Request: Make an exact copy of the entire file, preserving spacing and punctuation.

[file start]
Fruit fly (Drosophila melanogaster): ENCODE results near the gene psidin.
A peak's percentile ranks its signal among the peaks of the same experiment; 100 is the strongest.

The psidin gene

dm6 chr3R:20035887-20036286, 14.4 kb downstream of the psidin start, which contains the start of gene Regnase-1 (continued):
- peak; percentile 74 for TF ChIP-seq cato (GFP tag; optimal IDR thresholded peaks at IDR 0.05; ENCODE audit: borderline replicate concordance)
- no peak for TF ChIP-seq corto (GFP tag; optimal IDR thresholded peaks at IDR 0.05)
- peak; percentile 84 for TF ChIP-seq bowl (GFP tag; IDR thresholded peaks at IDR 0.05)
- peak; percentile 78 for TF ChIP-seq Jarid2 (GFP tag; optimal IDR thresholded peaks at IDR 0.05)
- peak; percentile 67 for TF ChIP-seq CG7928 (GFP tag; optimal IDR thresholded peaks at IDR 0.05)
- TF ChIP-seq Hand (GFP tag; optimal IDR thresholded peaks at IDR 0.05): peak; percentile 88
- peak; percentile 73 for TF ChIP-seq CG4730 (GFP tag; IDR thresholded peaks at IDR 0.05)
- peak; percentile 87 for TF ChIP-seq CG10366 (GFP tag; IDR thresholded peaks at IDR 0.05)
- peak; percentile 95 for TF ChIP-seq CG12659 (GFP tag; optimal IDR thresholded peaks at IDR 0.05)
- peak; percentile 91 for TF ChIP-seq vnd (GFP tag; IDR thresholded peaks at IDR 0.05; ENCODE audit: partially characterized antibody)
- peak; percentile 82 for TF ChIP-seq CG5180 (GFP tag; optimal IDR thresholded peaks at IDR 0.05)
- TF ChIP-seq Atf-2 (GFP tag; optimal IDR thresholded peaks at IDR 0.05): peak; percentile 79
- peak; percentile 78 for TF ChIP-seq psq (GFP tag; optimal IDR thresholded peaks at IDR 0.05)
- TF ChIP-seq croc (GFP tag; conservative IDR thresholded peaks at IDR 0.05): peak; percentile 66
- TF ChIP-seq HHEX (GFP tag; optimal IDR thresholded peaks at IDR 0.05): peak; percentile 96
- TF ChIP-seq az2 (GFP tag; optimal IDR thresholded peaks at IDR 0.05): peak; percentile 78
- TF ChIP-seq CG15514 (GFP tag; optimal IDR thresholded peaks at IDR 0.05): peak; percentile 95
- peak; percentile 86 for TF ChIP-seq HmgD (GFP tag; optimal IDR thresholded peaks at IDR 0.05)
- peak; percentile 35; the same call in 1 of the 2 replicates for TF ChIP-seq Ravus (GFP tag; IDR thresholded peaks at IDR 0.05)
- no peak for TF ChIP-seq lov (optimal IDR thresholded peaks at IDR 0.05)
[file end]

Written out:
Fruit fly (Drosophila melanogaster): ENCODE results near the gene psidin.
A peak's percentile ranks its signal among the peaks of the same experiment; 100 is the strongest.

The psidin gene

dm6 chr3R:20035887-20036286, 14.4 kb downstream of the psidin start, which contains the start of gene Regnase-1 (continued):
- peak; percentile 74 for TF ChIP-seq cato (GFP tag; optimal IDR thresholded peaks at IDR 0.05; ENCODE audit: borderline replicate concordance)
- no peak for TF ChIP-seq corto (GFP tag; optimal IDR thresholded peaks at IDR 0.05)
- peak; percentile 84 for TF ChIP-seq bowl (GFP tag; IDR thresholded peaks at IDR 0.05)
- peak; percentile 78 for TF ChIP-seq Jarid2 (GFP tag; optimal IDR thresholded peaks at IDR 0.05)
- peak; percentile 67 for TF ChIP-seq CG7928 (GFP tag; optimal IDR thresholded peaks at IDR 0.05)
- TF ChIP-seq Hand (GFP tag; optimal IDR thresholded peaks at IDR 0.05): peak; percentile 88
- peak; percentile 73 for TF ChIP-seq CG4730 (GFP tag; IDR thresholded peaks at IDR 0.05)
- peak; percentile 87 for TF ChIP-seq CG10366 (GFP tag; IDR thresholded peaks at IDR 0.05)
- peak; percentile 95 for TF ChIP-seq CG12659 (GFP tag; optimal IDR thresholded peaks at IDR 0.05)
- peak; percentile 91 for TF ChIP-seq vnd (GFP tag; IDR thresholded peaks at IDR 0.05; ENCODE audit: partially characterized antibody)
- peak; percentile 82 for TF ChIP-seq CG5180 (GFP tag; optimal IDR thresholded peaks at IDR 0.05)
- TF ChIP-seq Atf-2 (GFP tag; optimal IDR thresholded peaks at IDR 0.05): peak; percentile 79
- peak; percentile 78 for TF ChIP-seq psq (GFP tag; optimal IDR thresholded peaks at IDR 0.05)
- TF ChIP-seq croc (GFP tag; conservative IDR thresholded peaks at IDR 0.05): peak; percentile 66
- TF ChIP-seq HHEX (GFP tag; optimal IDR thresholded peaks at IDR 0.05): peak; percentile 96
- TF ChIP-seq az2 (GFP tag; optimal IDR thresholded peaks at IDR 0.05): peak; percentile 78
- TF ChIP-seq CG15514 (GFP tag; optimal IDR thresholded peaks at IDR 0.05): peak; percentile 95
- peak; percentile 86 for TF ChIP-seq HmgD (GFP tag; optimal IDR thresholded peaks at IDR 0.05)
- peak; percentile 35; the same call in 1 of the 2 replicates for TF ChIP-seq Ravus (GFP tag; IDR thresholded peaks at IDR 0.05)
- no peak for TF ChIP-seq lov (optimal IDR thresholded peaks at IDR 0.05)